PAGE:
By Sabra Gertsch
SEATTLE -- Cheryl Woolf began suspecting something was wrong when she left the nail salon.
"A $25 manicure turned into $80,000 in medicals," she said.
Woolf rarely gets her nails done, but with a big occasion approaching she treated herself to a little primping on a fateful day nearly four years ago. But the manicure turned out to be no treat.
"Felt something weird. l pulled back and I looked down and saw that my fingers were bleeding," she said. Her right middle finger was the worst.
"I knew something was wrong," she said. Three months later, Woolf found herself in a terrifying situation. "I couldn't walk. I was screaming. I thought if I quit breathing, the pain would stop. That's how bad it was," she said
Woolf was suffering from Methicillin-resistant Staphylococcus aureus (MRSA), an antibiotic-resistant type of staph infection -- deadly bacteria that feed on open wounds. She had never heard of it before it launched an attack on her system.
"No, they didn't tell me; I knew I was going to die," she said. Woolf says a hand specialist tried to remove the nail on her middle finger. "Piece of metal, a small sliver of metal came out of my finger," she said. Her doctors diagnosed her with pneumonia and sent her home with antibiotics. But the pain persisted. "My primary care physician says, 'Why are you complaining so much? (I said) 'Because it hurts. I don't know what's wrong,'" said Woolf.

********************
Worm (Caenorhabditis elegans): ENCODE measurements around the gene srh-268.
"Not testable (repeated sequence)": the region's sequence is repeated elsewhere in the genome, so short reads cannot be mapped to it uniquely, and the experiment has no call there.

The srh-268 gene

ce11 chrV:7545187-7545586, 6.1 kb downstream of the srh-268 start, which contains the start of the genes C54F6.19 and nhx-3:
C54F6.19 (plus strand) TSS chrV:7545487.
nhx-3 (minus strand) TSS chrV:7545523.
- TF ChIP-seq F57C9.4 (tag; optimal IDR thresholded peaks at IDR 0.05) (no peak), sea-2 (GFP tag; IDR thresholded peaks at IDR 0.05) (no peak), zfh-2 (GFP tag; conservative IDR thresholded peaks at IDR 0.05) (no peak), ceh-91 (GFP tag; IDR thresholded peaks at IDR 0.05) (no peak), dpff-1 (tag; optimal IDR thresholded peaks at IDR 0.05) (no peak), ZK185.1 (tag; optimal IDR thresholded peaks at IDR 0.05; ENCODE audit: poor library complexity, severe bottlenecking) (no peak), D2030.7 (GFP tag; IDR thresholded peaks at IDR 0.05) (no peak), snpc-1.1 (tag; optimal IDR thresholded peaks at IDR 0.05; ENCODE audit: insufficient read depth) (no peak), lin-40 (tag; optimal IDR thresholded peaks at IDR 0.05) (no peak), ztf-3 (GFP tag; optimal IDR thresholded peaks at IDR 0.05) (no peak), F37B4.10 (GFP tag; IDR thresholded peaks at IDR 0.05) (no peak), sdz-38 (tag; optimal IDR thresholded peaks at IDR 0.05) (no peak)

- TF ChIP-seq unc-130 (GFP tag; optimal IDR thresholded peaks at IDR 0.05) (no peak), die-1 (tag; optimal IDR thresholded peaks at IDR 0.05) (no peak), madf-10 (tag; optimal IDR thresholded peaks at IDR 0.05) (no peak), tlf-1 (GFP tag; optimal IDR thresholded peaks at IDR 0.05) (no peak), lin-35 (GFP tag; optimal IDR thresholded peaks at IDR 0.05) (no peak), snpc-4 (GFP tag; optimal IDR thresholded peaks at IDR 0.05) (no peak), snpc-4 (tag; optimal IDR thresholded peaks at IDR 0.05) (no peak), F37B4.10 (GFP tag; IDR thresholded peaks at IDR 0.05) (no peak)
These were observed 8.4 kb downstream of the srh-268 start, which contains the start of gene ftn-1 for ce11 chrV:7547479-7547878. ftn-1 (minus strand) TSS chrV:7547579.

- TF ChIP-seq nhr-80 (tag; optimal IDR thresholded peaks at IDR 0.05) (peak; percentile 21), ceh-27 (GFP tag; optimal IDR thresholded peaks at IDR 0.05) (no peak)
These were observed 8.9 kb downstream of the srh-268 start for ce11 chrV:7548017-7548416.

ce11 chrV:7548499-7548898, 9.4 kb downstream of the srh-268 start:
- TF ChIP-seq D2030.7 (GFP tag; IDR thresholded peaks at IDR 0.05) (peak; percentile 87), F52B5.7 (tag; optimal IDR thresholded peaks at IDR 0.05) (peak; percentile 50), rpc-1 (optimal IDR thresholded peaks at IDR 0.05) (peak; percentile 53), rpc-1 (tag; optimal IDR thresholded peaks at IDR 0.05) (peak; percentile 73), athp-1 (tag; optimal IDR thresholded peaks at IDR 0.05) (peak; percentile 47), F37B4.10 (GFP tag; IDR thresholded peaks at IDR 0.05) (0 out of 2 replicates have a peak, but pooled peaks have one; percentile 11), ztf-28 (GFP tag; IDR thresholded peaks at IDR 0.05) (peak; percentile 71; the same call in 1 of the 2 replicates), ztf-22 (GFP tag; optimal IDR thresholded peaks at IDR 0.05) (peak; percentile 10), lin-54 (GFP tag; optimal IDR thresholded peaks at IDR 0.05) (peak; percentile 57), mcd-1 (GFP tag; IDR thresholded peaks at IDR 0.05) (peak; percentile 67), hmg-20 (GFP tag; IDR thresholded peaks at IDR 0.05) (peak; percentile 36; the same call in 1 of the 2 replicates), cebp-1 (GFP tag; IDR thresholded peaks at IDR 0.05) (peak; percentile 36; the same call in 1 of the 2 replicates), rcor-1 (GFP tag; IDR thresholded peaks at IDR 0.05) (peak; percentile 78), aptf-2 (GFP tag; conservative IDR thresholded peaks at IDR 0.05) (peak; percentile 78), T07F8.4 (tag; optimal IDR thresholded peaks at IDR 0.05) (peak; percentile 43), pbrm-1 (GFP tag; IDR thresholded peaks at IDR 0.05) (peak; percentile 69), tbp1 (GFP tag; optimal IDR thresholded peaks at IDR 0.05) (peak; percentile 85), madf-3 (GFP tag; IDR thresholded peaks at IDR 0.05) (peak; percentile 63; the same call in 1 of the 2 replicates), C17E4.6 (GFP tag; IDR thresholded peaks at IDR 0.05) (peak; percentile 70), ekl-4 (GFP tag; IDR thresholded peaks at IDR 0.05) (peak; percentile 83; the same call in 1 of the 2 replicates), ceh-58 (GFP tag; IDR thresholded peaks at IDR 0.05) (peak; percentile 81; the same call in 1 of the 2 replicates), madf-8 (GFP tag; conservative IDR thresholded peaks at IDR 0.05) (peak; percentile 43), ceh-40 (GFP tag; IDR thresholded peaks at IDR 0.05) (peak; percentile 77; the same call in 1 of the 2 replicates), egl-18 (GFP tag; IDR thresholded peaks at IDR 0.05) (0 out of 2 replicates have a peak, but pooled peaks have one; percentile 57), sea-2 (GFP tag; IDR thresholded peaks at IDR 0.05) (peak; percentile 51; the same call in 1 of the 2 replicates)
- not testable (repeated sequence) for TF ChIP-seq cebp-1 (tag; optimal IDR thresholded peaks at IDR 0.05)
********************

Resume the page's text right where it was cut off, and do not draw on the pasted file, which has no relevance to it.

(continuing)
No one may have listened at first. But after five visits to the emergency room, someone began listening to Woolf. By then, her right lung was full of MRSA-infected fluid."I said, 'What is that?' And they said, 'That's what's coming out of your lung,'" Woolf said.
The nail shop in Snohomish County now has a new owner, but in 2007 Woolf filed a lawsuit against the former owners and reached a private settlement.
According to Washington state licensing records, Phuong. Q. Tran violated safety and sanitation rules and was fined $500 on at least one occasion. But that's not the end of the story; Woolf's run-in with MRSA led to something else. "The silver lining in the cloud was they found cancer," she said. Woolf had also been suffering from breast cancer, and because she was under treatment for MRSA, her doctors detected it early.
"Thinking how really lucky I am. There's a purpose. I guess something kept pulling me back here," said Woolf.
MRSA can look like a spider bite, abscess or boil. It's more deadly than AIDS in the U.S., but it should not be a threat if it is treated right away.
By Sabra Gertsch